Sigurd (Festival of the Homeland)
This is named after the great hero of our mythology Sigurd, who is most commonly known as a Dragon Slayer.. This teaches us to remember that we have to confront life’s evils – not ignore them or try to pretend they don’t exist. This is a principle which should be followed on both the personal level and on the wider level of loyalty to our folk. We must be prepared to defend our community. We must be prepared to stand against that which is harmful, and conquer also our own faults.
Ragnar Lodbrok (Commemoration of the Vikings)
Many of the great achievements in history, such as the climbing of Everest, the crossing of the polar regions, were due to daring and resourcefulness of individuals or small groups. All of us are capable of displaying similar virtues, in varying degrees, often depending greatly on the development of our inner strength and self-discipline. Self-reliance at both a personal and folk level are important for the freedom – noble lives. It celebrates action and the indomitable spirit which inspires action and keeps us going despite obstacles, physical tiredness and danger. This spirit is epitomised by the example of our Viking ancestors. It is named after Ragnar Lodbrok, one of the greatest of the Viking leaders, a man whose audacity combined with contempt for danger and death has made his name immortal. He represents the Aryan concept of the individual as initiator, pioneer and leader. The Festival is a commemoration of the Viking age and a call for us today to emulate Viking courage and enterprise.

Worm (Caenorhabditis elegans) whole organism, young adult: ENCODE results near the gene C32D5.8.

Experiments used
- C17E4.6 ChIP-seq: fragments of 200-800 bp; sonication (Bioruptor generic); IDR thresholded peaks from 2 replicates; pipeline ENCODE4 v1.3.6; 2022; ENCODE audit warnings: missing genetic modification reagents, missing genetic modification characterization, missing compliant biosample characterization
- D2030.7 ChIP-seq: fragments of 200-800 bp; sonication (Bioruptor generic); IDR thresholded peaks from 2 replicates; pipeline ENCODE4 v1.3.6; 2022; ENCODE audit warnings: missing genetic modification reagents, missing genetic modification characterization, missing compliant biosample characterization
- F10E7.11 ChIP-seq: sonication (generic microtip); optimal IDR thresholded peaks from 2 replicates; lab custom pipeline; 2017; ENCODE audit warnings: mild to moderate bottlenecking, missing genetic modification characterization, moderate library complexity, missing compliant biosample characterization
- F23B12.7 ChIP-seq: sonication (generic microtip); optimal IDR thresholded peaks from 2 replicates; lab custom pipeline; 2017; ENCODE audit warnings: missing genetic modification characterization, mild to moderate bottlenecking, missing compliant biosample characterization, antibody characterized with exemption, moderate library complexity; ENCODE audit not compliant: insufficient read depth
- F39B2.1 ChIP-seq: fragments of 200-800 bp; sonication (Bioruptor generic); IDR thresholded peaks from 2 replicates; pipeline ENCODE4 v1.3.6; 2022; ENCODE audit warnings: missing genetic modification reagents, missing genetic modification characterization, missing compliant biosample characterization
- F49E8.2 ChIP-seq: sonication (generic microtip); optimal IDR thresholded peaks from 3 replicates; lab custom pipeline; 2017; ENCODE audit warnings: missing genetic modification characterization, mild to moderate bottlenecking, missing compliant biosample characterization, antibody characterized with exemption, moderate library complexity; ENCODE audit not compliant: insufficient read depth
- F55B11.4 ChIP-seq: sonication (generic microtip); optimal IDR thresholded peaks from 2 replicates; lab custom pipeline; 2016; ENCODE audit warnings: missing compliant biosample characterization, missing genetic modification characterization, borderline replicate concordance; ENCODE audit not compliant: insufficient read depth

Midsummer (Festival of Balder)
We celebrate the year’s “coming of age”, its achievement of maturity. We hail life and remember the wheel of creation. Though we know there must be time of darkness, this we must accept for “If we do not know the dark and cold, would we love the light and warmth so dearly?” We hail Balder, the most beautiful of the Gods, who fell to rise again, and Nanna his partner. In them we see the promise of a bright future. Again this relates to us on a personal level, to our folk, land, the whole of creation.
Sleipnir (Festival of Life)
This festival is called by the name of Odin’s eight legged horse. We call it the festival of life because it reminds us of our link to all creation and that we are part of nature – not separated. We remember how we must return to this earlier wisdom. Our ancestors recognised this link and interdependence: today we see how ignorance of this destroys our very Mother Earth and ultimately ourselves.
Discovery of the Runes (Festival of the Mind)